The Devil’s Rejects (2005)
I will start this review out saying that I am a fan of Rob Zombie, the musician. I was interested in Rob Zombie as a filmmaker due to the immense controversy surrounding his first film House of 1000 Corpses, but once I got to see it, theatrically, I found it to be a rather unexciting, very unoriginal, and highly derivative movie. It just seemed like one ninety minute long Rob Zombie music video. The only thing that made me see it a second time was Sid Haig’s incredible charisma and dark, dark humor as Captain Spaulding. It cracked me up like few things do, but other than that, the film held little interest for me. Others felt differently, but I will get more into such things as I have many of the same gripes here as I did with Zombie’s first film.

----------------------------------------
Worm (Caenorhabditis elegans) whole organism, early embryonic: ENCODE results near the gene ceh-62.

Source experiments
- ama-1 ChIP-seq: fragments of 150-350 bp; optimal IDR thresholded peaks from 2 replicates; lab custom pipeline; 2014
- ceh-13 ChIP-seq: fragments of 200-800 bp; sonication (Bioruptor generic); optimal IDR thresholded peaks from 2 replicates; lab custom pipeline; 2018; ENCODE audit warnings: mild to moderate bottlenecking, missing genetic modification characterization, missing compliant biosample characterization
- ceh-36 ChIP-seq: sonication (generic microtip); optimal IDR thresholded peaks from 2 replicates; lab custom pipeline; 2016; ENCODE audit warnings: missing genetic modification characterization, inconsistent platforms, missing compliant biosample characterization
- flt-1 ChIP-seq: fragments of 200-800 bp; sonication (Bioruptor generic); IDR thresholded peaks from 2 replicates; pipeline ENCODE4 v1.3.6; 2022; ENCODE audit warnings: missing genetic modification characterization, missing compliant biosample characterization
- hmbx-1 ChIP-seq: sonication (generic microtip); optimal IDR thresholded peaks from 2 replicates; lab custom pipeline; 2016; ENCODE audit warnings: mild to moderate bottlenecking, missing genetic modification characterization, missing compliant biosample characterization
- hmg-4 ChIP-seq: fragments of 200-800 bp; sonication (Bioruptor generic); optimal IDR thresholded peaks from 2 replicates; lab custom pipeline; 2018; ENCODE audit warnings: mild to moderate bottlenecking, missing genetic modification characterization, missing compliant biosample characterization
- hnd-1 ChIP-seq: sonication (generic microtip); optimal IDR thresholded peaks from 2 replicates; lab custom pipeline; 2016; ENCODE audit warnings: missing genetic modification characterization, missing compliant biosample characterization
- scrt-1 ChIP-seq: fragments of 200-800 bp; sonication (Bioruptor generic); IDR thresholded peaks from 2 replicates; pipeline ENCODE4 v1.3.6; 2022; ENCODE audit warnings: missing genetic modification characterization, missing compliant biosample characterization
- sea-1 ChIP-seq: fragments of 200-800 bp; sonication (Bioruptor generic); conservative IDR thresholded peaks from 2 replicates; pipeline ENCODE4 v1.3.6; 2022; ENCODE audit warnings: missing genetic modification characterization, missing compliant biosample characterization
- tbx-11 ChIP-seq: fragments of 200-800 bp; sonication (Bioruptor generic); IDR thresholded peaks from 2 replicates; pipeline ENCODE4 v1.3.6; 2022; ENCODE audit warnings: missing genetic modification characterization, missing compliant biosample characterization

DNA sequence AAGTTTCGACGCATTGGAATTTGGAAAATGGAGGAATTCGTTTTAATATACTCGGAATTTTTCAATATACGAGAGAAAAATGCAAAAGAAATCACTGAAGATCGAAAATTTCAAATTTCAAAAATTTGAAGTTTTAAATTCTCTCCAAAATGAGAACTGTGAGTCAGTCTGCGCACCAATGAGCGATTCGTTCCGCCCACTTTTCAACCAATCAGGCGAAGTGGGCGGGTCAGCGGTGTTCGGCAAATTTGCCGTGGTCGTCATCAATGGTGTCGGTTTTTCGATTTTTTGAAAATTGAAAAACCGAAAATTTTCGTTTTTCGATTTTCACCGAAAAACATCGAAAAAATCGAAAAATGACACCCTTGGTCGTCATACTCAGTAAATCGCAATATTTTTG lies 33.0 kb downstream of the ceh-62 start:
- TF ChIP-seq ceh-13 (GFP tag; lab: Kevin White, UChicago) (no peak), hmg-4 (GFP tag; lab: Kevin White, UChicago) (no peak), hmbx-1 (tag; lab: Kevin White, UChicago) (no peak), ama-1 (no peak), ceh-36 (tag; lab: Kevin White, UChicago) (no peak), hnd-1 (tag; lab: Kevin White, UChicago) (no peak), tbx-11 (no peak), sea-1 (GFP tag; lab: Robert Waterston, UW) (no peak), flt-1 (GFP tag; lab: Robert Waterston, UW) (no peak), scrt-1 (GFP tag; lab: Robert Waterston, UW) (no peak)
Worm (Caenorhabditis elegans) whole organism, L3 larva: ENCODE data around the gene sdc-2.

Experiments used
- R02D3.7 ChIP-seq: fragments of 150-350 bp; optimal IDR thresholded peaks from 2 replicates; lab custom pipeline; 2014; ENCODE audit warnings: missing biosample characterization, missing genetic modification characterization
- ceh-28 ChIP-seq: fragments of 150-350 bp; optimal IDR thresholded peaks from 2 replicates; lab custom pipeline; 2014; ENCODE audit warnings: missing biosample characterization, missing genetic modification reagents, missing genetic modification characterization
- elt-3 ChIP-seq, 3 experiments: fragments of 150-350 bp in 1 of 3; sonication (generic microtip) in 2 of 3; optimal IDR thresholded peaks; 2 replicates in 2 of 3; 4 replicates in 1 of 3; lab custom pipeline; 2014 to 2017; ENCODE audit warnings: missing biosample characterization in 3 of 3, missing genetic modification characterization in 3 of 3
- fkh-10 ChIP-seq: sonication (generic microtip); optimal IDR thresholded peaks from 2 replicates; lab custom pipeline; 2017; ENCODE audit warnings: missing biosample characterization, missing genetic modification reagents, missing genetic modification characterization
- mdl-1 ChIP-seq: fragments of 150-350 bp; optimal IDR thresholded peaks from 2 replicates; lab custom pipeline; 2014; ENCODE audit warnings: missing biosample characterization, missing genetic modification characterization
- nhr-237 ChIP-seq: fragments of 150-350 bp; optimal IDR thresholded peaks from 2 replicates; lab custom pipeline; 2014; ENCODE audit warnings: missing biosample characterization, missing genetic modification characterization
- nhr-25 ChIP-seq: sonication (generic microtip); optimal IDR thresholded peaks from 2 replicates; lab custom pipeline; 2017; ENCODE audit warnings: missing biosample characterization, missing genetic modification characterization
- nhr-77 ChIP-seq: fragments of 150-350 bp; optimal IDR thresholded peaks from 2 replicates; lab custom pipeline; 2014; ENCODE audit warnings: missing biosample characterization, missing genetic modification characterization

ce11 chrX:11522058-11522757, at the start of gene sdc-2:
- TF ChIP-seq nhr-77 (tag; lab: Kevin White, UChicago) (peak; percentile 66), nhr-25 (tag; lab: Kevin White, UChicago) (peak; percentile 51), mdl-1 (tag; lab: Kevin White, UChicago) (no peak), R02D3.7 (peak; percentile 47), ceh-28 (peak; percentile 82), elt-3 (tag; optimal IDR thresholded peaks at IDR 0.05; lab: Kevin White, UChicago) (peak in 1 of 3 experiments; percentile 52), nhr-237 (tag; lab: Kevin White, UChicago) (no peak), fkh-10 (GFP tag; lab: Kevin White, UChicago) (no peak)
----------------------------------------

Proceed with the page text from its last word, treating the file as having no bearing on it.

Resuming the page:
Picking up six months after the events of House of 1000 Corpses, The Ruggsville County Sheriff’s Department, headed by John Quincy Wydell (William Forsythe), is storming the Firefly household, and some do not survive. Mother Firefly is captured, but Otis & Baby escape to meet up with the foul-mouthed mad clown Captain Spaulding (who is also Baby’s father). Along their twisted road trip, they encounter some strange folk, and leave them worse off than they found them….much, much worse. Sheriff Wydell, in the meantime, is deadset on bringing the entire clan down because they killed his brother George (as seen in House of 1000 Corpses). Sheriff John Wydell has nothing but vengeance on his mind, but in time, that will drive him to become exactly what he’s hunting. The trio’s road trip takes many bizarre twists and turns, leaving unresolved plot points along the way, and ultimately leads the film to a strange and unsatisfying ending.